The department store chain saw pre-tax profits lift by 10 per cent to £166m in the year to 3 September.
Revenues rose 4.2 per cent to £2.2bn over the year.
However, like-for-like sales, excluding VAT, fell by 0.3 per cent, while margins also narrowed.
Debenhams said it was ready to buy back shares in the second half of this financial year.
The company said it had benefitted from lower interest rates as it refinanced a large chunk of its debt.
Interest payments fell by more than half to £23.4m during the year.
But chief executive Michael Sharp, who took over from Rob Templeman earlier this year, warned that the tough consumer climate was still casting a shadow over the retail sector.
“It is right to remain cautious about the strength of consumer confidence over the next 12 months given the uncertain economic outlook,” he said.
The group said it would pay out a final dividend of 2p a share, bringing the full-year dividend to 3p a share. No dividend was paid the previous year.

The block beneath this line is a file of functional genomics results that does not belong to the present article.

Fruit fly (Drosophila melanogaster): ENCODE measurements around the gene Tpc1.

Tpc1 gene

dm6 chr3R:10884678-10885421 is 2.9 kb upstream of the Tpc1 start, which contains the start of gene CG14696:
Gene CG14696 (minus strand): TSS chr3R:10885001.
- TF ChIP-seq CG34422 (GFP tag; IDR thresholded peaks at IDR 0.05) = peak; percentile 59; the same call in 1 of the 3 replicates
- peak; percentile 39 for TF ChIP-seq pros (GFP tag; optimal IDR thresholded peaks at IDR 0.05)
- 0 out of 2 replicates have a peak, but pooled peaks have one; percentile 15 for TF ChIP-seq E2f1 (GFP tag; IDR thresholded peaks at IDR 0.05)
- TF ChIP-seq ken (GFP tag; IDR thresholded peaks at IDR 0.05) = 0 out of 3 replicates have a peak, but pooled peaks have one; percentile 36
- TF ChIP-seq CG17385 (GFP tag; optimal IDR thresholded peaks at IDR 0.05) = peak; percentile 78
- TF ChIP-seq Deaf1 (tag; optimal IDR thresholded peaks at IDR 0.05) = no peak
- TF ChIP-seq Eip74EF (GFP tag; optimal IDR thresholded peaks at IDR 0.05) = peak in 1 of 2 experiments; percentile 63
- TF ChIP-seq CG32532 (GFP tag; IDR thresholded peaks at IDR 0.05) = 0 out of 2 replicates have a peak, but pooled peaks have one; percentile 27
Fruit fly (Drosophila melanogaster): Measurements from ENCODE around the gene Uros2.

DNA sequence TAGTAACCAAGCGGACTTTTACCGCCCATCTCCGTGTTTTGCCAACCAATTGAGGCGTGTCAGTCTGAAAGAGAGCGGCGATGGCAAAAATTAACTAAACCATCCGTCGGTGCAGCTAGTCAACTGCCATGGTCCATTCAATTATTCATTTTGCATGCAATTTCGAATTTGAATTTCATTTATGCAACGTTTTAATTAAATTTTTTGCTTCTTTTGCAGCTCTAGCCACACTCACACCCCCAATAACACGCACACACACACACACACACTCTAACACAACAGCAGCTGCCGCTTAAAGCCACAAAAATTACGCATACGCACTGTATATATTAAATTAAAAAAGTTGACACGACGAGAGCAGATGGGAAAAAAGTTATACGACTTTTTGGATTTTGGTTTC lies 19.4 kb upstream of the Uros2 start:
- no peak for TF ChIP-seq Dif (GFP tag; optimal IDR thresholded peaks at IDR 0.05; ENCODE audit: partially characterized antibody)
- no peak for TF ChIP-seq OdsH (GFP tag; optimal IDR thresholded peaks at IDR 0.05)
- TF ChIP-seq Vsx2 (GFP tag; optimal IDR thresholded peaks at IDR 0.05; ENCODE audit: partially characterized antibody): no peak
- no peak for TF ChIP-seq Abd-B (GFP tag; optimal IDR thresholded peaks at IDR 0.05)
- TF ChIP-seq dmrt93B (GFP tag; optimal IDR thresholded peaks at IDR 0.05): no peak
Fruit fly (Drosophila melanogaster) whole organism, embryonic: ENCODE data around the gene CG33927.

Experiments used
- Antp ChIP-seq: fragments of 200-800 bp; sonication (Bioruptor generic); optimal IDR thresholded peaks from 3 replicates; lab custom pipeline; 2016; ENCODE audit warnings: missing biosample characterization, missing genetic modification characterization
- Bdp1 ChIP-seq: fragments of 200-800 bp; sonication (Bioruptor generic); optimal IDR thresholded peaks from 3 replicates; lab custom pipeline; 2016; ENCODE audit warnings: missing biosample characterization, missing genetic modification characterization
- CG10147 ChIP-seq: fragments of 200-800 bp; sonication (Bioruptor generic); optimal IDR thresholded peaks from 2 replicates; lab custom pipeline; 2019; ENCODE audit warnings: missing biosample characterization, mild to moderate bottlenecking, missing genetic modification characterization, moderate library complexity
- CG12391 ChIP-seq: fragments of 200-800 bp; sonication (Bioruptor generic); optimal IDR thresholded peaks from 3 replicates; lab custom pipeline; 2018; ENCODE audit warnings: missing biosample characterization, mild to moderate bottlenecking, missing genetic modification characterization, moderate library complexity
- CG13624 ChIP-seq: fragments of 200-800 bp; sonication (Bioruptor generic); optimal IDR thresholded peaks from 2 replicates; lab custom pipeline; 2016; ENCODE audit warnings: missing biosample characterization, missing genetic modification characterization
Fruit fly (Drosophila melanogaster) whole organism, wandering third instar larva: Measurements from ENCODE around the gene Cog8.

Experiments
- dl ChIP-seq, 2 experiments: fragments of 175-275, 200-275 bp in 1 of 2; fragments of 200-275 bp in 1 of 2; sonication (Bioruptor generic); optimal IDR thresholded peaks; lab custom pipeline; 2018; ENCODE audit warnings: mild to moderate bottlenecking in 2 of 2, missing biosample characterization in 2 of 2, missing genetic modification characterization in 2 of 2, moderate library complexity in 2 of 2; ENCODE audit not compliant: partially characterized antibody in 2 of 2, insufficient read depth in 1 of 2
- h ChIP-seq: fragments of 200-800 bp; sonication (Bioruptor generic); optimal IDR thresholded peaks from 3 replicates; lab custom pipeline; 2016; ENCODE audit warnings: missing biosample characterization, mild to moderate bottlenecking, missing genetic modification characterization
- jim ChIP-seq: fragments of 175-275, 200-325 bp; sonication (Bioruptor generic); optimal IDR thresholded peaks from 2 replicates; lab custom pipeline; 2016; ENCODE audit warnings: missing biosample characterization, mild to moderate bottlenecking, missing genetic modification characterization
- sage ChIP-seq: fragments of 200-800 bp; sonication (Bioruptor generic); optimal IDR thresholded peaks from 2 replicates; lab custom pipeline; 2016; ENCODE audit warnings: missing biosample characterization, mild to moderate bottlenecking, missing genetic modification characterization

Meanwhile Seymour Pierce analyst Kate Calvert said a share buy-back was not a positive move.
“The announcement that the company intends to start a share buy-back confirms to us the company’s limited growth prospects over the next few years and we feel it is a little premature given the state of the UK consumer,” she warned.
Debenhams, which owns 169 stores in Britain, Ireland and Denmark, also announced that chief finance officer Chris Woodhouse would leave in January to be replaced by Simon Herrick, who was previously at Kesa Electricals and Northern Foods.